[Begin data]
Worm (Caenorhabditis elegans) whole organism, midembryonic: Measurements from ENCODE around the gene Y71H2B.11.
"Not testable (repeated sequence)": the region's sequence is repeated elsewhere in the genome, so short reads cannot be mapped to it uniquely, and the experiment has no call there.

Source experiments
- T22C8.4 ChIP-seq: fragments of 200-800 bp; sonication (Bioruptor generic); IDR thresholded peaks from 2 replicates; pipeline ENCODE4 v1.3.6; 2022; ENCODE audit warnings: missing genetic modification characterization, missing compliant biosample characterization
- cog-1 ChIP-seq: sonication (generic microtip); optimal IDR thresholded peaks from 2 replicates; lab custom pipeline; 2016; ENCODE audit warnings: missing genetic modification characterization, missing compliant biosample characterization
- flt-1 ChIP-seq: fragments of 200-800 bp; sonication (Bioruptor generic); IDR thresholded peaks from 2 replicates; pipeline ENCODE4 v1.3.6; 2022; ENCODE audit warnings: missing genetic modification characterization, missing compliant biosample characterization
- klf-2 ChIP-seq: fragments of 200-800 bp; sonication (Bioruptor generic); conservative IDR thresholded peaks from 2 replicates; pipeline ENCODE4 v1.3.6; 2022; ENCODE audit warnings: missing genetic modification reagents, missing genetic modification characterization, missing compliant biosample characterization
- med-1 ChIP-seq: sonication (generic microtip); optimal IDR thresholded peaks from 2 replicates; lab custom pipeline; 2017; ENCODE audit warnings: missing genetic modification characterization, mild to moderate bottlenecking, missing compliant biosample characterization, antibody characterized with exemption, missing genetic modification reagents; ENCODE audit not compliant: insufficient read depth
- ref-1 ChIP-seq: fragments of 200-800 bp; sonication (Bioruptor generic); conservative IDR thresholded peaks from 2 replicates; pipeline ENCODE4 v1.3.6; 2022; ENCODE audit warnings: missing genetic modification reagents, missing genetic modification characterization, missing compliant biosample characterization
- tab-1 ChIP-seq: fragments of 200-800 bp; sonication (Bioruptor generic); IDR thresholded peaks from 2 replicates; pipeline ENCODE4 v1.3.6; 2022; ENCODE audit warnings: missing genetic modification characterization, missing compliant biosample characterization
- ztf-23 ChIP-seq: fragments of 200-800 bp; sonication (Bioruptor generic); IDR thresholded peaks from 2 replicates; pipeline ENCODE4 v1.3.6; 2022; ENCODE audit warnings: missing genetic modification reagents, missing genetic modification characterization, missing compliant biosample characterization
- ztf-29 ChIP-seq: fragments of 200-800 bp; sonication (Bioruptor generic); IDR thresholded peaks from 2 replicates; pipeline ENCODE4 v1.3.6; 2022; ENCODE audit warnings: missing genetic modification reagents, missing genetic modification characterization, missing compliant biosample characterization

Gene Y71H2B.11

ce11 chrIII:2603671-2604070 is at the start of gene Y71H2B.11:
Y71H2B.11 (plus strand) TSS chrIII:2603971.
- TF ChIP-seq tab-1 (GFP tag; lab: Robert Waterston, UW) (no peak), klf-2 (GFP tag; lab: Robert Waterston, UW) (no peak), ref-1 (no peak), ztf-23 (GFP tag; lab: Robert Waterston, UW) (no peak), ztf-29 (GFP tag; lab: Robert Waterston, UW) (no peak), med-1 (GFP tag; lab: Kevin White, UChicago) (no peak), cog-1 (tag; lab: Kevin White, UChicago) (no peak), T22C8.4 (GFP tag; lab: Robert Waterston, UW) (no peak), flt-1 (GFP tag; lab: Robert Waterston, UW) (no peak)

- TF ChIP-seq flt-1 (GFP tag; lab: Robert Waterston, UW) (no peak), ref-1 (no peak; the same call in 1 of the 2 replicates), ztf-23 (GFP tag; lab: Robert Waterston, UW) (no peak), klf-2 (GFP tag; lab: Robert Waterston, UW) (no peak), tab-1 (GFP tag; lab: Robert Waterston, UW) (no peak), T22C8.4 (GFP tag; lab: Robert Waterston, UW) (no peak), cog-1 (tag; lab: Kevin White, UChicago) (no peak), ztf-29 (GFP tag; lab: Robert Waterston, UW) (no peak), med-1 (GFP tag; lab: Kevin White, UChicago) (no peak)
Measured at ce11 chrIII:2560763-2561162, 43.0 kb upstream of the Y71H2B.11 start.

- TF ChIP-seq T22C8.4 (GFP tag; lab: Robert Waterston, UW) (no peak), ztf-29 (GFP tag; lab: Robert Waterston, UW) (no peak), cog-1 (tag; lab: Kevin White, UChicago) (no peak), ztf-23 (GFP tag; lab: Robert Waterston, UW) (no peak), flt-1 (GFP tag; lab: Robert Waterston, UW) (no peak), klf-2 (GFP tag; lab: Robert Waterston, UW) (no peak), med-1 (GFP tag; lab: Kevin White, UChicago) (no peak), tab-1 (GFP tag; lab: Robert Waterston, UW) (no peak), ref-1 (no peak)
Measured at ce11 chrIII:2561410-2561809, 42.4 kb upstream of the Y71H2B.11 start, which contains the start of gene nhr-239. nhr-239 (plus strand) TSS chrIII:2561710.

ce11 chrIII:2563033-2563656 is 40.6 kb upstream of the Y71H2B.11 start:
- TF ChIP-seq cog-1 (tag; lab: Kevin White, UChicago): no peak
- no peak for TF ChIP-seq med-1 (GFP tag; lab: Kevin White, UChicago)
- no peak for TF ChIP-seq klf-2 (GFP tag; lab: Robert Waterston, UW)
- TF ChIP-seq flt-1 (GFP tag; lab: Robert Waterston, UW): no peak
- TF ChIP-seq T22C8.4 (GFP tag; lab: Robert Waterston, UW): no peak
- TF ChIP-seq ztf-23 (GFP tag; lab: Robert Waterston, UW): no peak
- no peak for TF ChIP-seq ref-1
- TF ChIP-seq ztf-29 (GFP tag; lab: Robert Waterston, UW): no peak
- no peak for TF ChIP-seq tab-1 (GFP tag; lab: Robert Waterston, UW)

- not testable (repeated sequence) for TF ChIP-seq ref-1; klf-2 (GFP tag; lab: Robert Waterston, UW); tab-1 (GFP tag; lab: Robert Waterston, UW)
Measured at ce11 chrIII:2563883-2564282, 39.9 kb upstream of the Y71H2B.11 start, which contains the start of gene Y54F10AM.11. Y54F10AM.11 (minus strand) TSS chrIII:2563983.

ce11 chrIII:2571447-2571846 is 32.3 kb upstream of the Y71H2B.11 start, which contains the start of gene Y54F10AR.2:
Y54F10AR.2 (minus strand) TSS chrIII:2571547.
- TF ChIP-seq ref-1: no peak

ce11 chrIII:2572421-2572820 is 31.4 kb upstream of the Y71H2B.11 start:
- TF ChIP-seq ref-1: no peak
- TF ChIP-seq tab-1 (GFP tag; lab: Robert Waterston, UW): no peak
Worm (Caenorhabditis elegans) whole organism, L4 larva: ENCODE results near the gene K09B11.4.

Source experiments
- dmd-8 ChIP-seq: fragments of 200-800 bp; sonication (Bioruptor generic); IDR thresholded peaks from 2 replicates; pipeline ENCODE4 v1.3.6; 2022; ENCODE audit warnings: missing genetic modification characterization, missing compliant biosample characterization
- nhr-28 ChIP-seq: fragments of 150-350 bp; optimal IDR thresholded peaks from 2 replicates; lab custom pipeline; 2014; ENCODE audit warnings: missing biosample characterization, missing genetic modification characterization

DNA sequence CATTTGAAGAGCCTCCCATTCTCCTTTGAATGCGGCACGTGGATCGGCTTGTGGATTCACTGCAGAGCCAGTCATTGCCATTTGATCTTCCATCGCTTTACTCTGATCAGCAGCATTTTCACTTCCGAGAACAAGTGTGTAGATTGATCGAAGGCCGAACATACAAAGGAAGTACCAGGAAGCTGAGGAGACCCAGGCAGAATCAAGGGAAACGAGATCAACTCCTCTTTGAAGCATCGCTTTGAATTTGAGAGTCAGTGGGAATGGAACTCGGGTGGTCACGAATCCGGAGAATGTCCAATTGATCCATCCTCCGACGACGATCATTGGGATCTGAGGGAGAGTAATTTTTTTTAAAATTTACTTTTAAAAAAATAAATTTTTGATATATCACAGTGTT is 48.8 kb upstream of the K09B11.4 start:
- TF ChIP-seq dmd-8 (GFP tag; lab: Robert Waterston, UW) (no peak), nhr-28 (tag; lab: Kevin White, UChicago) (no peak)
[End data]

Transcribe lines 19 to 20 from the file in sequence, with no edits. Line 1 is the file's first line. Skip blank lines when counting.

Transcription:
- TF ChIP-seq T22C8.4 (GFP tag; lab: Robert Waterston, UW) (no peak), ztf-29 (GFP tag; lab: Robert Waterston, UW) (no peak), cog-1 (tag; lab: Kevin White, UChicago) (no peak), ztf-23 (GFP tag; lab: Robert Waterston, UW) (no peak), flt-1 (GFP tag; lab: Robert Waterston, UW) (no peak), klf-2 (GFP tag; lab: Robert Waterston, UW) (no peak), med-1 (GFP tag; lab: Kevin White, UChicago) (no peak), tab-1 (GFP tag; lab: Robert Waterston, UW) (no peak), ref-1 (no peak)
Measured at ce11 chrIII:2561410-2561809, 42.4 kb upstream of the Y71H2B.11 start, which contains the start of gene nhr-239. nhr-239 (plus strand) TSS chrIII:2561710.